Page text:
Hi @mguzzy , thanks for your reply. The contractor said that it was tipping up because of roots but that once it's sealed up and tiled that the roots will die and not try to suck water from the pool. ...
Roots from what? if its a big tree near by the roots will continue to grow and undermine the deck. Whenever I see roots upend concrete like that there is usually a big tree nearby. Roots from most smaller shrubbery would behave as the contractor said.. and at the same time wouldn't be strong enough to cause a deck to buckle.. I state this based on the plants in my neck of the woods.. your neck may be in a different woods ;)
 

Palpatine

Well-known member
Sep 3, 2019
80
West Hills, CA
@mguzzy Here's a pic of my neighbor's backyard... mostly small trees and shrubs (may be hard to tell from the pic, but the big one's are several houses away) Nothing big on my property at all. I doubt those trees caused the cracks, but we live in Earthquake country here in SoCal, so if I had to guess that's likely the culprit. Also, I know the pool was empty for several years prior to me buying the property. They only recently filled it, patched it and painted it to sell the property.
 

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Palpatine

Well-known member
Sep 3, 2019
80
West Hills, CA
@bdavis466 There is both and it was pointed out during the inspection that there should only be an expansion joint and no concrete between the coping and deck. There have definitely been some Mickey Mouse repairs done over the years at this house and now I'm just trying to pick up the pieces.

Is it possible to saw cut out an inch or two around the entire coping and then have them put in an expansion joint? (note: I already asked if they could and they said it would likely break the bricks... but maybe another contractor could do that when they're done)

I know you can't say for sure... but do you think it's a huge mistake to not replace the coping now?
 

d_red1

Well-known member
Jul 21, 2016
59
Keller, TX
Sure, the crack can probably be patched and grouted and you can get a few more years of life out of that coping. However, it is much better to demo the coping and older mortar bed now and fix it right. If it is going to cost you thousands more to do it now, it will cost you double that to do it later after the pool has been replastered and waterline tile installed.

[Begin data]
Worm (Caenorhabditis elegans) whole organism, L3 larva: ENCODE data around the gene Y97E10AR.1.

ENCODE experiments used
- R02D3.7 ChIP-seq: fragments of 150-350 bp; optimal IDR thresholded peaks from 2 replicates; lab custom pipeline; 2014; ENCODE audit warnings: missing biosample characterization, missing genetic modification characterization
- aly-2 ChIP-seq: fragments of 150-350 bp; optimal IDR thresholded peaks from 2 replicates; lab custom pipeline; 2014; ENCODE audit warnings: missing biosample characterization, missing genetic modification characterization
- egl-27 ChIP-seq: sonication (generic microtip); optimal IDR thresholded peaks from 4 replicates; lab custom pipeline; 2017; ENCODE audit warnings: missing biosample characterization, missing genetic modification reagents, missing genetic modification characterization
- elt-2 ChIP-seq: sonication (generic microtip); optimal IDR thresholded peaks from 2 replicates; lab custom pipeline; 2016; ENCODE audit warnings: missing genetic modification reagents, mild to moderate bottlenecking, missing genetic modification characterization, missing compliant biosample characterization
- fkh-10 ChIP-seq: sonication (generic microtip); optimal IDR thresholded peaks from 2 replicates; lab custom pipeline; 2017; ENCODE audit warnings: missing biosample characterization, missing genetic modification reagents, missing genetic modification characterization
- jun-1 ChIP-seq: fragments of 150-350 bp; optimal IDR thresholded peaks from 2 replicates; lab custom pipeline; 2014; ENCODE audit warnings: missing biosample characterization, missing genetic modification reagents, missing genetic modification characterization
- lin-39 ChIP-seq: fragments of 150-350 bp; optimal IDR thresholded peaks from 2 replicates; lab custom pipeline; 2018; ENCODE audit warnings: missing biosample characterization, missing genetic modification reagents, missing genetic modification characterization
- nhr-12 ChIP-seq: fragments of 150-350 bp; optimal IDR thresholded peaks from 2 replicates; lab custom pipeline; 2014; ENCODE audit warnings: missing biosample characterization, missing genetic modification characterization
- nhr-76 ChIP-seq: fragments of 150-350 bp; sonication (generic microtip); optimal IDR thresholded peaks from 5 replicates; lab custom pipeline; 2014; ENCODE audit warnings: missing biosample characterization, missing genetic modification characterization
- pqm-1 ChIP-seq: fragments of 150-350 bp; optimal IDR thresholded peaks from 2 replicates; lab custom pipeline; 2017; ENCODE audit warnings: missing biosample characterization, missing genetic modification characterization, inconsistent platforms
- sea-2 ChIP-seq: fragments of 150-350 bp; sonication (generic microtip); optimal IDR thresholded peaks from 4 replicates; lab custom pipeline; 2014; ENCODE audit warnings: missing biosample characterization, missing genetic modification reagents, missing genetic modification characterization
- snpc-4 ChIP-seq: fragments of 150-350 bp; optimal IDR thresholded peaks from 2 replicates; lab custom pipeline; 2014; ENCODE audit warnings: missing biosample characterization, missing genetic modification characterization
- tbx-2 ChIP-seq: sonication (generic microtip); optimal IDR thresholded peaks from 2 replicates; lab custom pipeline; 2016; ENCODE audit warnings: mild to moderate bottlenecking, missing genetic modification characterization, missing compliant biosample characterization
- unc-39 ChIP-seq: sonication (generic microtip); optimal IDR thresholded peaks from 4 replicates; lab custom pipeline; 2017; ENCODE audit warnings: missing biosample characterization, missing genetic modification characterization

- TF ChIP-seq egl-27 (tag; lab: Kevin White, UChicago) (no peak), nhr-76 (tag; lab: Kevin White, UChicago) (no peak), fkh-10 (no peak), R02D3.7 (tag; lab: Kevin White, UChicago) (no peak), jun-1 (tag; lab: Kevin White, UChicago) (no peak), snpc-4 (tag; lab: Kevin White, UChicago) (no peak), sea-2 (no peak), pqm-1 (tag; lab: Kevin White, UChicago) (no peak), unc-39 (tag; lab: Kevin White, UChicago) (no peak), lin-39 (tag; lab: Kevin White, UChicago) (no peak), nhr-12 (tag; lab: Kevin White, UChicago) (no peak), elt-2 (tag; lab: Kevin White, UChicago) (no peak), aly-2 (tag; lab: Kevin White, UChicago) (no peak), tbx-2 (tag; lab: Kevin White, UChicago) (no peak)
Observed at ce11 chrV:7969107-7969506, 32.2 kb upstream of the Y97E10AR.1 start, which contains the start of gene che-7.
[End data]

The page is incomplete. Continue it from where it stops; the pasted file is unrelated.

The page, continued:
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bdavis466

TFP Expert
Platinum Supporter
Aug 4, 2014
5,023
San Clemente, CA
Now is the time to do it. If you don't you might get a year or two of use before you start having issues again and it will likely start with the tile popping off. This could damage your plaster too and I doubt you'll want to replaster at that time.

Remove the old coping and mortar bed, clean the bond beam really well and apply a bonding agent prior to whatever new surface you install. Be sure to install a proper expansion joint this time and you will likely not have an issue again.

Here's an informative thread written by a really knowledgeable and good looking guy:

 
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Palpatine

Well-known member
Sep 3, 2019
80
West Hills, CA
Thanks for your detailed reply @bdavis466 . I think the ship has sailed for me unfortunately... just called a bunch of coping companies and the minimum turnaround time for a kidney shaped pool like mine is 2 weeks. Nobody stocks any coping to fit my pool. Plaster is scheduled for this Friday. That's what I get for trying to save a few bucks.
 

Palpatine

Well-known member
Sep 3, 2019
80
West Hills, CA
What about poured in place coping? That would actually be relatively easy to do and would probably be the most structurally sound option.
Poured in place coping... never heard of it, all the quotes I got were for purchasing from a "coping" company. I'll ask my contractors if they are familiar. Any special material they should use? Thanks for the suggestion @bdavis466
 

bdavis466

TFP Expert
Platinum Supporter
Aug 4, 2014
5,023
San Clemente, CA

Palpatine

Well-known member
Sep 3, 2019
80
West Hills, CA
Of course they can't pour in place... oh well, I suppose I can get a quote from them to do the pre-cast coping and just hold off on plastering.

They are digging out those cracks pretty good though. They're telling me they have to do this so that they can fill the cracks before tiling.

Other option would be to buy a bunch of bullnose red bricks and use that as the coping. Definitely not my first choice, but likely the cheapest. I'm gonna see how much the bricks or the pre-cast stuff is gonna be, but with the pre-cast I'll have to leave my pool empty for 2-3 weeks which I understand is not ideal and potentially dangerous for the structure. Will definitely update this thread when all is said and done though.

I truly appreciate everyone's input/advice here.

Next on my list... figuring out the correct startup process for white plaster.

I love this forum!!!